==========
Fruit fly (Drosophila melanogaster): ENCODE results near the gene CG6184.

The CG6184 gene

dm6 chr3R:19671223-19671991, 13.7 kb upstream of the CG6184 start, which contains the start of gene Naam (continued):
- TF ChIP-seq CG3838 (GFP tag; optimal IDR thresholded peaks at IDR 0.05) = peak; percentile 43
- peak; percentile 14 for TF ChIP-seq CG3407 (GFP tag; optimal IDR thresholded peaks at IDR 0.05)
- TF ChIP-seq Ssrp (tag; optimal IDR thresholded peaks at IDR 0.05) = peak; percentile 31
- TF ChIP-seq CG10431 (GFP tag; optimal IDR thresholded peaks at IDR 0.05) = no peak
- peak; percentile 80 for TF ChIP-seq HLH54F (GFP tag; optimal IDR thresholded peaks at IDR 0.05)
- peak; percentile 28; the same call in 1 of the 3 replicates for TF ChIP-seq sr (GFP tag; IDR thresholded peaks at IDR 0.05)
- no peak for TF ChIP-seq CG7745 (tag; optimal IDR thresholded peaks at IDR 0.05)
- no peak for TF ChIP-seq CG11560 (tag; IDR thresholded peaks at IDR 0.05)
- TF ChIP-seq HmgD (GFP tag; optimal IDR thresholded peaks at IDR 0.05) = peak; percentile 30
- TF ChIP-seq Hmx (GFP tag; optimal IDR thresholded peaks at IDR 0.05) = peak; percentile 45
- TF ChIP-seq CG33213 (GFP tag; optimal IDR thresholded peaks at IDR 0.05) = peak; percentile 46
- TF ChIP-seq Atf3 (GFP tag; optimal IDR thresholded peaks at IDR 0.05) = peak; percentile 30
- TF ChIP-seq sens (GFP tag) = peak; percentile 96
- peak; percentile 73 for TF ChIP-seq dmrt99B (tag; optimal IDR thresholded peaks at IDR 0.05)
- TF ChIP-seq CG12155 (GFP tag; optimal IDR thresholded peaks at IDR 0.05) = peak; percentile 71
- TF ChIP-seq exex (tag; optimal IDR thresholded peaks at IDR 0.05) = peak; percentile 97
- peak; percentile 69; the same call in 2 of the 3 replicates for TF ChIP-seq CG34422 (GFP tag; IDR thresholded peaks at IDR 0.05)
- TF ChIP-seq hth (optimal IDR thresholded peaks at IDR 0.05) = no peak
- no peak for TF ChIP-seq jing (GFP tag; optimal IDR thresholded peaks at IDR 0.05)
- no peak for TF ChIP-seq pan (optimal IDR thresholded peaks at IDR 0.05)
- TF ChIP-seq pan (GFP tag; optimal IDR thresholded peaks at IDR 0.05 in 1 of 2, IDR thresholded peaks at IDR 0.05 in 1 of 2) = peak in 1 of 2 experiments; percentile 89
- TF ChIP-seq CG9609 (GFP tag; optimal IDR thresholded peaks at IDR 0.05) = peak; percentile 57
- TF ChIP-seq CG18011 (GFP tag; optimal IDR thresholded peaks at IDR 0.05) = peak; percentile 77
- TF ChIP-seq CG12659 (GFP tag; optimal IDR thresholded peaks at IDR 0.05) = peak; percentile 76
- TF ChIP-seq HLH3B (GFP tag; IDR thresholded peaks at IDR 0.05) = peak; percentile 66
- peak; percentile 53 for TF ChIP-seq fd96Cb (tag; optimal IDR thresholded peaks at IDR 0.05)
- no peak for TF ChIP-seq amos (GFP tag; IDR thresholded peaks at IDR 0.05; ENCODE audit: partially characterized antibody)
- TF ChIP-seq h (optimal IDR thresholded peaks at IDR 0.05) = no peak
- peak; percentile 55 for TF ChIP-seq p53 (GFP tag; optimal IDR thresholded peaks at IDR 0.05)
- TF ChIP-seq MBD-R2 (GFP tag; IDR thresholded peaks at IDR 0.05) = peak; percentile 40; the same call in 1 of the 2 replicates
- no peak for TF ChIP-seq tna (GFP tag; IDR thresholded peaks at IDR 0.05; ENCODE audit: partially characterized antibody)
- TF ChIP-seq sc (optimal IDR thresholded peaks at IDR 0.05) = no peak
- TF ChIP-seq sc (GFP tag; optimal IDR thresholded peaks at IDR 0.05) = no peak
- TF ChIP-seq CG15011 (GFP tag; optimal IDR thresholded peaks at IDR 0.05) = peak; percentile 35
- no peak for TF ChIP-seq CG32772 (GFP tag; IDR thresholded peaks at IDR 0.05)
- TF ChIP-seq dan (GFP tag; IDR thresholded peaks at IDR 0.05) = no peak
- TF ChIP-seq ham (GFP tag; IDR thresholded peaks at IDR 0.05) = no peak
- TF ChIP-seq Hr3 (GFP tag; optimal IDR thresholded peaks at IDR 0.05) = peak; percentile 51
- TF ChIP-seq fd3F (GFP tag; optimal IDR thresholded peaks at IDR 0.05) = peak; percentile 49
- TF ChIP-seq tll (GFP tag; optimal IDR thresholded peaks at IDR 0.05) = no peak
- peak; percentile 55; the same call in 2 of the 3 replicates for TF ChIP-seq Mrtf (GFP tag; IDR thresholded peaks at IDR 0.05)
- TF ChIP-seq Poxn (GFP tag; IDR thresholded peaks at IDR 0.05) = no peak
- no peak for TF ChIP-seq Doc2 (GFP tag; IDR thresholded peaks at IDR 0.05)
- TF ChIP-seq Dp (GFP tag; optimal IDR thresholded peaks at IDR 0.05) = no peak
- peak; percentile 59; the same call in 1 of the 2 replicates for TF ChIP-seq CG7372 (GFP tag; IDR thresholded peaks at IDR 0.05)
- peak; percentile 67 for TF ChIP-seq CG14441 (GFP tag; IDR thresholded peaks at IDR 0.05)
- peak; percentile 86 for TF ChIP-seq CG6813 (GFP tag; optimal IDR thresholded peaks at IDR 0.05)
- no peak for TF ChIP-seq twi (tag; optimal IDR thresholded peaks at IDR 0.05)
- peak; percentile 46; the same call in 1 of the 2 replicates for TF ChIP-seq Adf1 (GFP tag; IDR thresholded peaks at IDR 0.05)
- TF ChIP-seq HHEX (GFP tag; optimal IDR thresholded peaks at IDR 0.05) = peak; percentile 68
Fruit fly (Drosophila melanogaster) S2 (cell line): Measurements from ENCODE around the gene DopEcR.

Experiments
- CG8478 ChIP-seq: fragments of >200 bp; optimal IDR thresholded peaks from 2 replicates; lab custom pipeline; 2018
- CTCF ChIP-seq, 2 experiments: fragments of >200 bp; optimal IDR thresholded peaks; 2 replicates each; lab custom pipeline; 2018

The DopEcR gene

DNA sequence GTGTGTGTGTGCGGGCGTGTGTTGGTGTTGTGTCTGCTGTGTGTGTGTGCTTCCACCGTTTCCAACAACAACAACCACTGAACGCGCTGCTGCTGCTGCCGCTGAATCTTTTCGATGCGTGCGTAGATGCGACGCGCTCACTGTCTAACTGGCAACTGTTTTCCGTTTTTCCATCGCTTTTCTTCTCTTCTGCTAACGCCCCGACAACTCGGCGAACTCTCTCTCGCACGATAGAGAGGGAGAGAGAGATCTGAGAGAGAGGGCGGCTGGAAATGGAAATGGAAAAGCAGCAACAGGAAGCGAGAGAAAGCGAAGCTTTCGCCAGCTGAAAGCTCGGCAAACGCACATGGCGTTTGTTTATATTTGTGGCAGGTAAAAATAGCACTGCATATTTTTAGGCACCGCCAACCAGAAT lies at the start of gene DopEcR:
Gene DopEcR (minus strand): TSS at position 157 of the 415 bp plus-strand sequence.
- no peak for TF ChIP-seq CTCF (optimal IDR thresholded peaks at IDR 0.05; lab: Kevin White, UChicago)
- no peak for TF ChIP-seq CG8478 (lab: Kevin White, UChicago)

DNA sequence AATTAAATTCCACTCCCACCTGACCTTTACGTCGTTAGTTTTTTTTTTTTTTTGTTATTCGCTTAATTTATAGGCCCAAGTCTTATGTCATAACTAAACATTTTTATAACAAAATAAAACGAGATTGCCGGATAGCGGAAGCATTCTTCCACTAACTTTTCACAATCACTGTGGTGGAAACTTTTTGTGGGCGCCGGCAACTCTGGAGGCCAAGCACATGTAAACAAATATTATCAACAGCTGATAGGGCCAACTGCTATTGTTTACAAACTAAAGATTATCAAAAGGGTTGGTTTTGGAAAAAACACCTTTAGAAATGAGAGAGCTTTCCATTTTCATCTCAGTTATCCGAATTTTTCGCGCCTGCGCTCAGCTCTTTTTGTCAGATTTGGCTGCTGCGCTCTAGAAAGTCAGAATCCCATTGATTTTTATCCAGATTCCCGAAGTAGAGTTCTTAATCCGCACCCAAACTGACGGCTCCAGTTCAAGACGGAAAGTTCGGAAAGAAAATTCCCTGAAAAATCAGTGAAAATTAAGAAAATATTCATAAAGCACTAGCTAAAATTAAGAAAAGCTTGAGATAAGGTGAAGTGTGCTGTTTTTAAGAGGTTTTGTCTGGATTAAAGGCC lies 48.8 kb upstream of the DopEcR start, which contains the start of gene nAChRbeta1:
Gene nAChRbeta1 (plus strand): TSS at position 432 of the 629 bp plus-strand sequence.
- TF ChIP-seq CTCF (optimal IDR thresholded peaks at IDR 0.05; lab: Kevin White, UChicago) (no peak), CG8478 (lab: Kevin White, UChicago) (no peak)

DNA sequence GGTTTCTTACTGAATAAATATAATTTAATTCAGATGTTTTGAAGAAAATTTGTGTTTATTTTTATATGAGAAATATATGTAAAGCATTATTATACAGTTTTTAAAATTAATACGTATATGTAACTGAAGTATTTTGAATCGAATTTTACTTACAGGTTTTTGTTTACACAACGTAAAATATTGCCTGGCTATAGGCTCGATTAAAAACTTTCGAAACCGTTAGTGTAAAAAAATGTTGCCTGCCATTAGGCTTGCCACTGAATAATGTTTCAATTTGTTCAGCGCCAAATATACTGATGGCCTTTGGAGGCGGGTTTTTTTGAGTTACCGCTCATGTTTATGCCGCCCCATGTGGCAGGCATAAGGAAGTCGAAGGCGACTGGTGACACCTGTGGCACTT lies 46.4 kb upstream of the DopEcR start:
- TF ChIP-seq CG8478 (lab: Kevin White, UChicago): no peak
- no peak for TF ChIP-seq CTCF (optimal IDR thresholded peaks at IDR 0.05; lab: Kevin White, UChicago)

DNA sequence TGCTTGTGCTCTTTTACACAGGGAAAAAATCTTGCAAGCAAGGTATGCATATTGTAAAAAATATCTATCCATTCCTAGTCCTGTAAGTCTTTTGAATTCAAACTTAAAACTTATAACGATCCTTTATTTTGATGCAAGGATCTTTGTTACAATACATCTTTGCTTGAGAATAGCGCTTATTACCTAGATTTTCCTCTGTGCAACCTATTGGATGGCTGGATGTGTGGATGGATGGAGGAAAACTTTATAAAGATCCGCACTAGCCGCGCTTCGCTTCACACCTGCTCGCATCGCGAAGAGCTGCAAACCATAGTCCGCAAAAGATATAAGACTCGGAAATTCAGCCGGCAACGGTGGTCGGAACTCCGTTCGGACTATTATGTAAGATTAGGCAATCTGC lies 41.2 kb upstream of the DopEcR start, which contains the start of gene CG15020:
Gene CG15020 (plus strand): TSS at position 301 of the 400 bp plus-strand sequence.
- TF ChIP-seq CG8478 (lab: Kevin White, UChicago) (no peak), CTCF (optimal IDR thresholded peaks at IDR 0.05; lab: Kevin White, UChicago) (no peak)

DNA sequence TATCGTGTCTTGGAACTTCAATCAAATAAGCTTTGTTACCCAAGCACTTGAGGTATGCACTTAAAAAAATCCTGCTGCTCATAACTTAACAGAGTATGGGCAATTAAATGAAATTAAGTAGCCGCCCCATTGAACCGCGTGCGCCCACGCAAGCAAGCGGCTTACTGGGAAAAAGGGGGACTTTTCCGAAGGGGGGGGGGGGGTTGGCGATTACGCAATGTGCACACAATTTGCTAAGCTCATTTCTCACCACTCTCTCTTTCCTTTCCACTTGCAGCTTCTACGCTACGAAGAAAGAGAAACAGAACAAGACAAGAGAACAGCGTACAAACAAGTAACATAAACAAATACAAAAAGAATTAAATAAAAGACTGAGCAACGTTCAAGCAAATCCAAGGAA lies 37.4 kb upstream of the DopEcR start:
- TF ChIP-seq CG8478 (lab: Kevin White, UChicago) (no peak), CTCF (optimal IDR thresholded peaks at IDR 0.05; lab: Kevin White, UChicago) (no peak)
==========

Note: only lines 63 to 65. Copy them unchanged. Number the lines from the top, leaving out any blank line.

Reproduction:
DNA sequence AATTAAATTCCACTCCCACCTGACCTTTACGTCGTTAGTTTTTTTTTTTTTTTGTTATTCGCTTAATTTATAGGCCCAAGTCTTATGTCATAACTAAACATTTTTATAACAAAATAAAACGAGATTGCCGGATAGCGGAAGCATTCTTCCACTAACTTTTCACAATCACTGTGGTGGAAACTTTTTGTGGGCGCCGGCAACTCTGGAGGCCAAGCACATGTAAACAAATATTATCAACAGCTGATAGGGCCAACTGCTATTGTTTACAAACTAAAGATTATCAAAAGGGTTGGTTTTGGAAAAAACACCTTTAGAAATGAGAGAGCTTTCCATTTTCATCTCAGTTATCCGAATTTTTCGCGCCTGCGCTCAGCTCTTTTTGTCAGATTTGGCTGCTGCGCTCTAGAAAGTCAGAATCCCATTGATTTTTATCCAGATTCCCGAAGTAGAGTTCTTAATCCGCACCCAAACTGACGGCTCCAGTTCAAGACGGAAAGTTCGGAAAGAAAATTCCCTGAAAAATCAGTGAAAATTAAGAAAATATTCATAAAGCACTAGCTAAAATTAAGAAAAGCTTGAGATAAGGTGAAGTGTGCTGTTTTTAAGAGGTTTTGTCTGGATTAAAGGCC lies 48.8 kb upstream of the DopEcR start, which contains the start of gene nAChRbeta1:
Gene nAChRbeta1 (plus strand): TSS at position 432 of the 629 bp plus-strand sequence.
- TF ChIP-seq CTCF (optimal IDR thresholded peaks at IDR 0.05; lab: Kevin White, UChicago) (no peak), CG8478 (lab: Kevin White, UChicago) (no peak)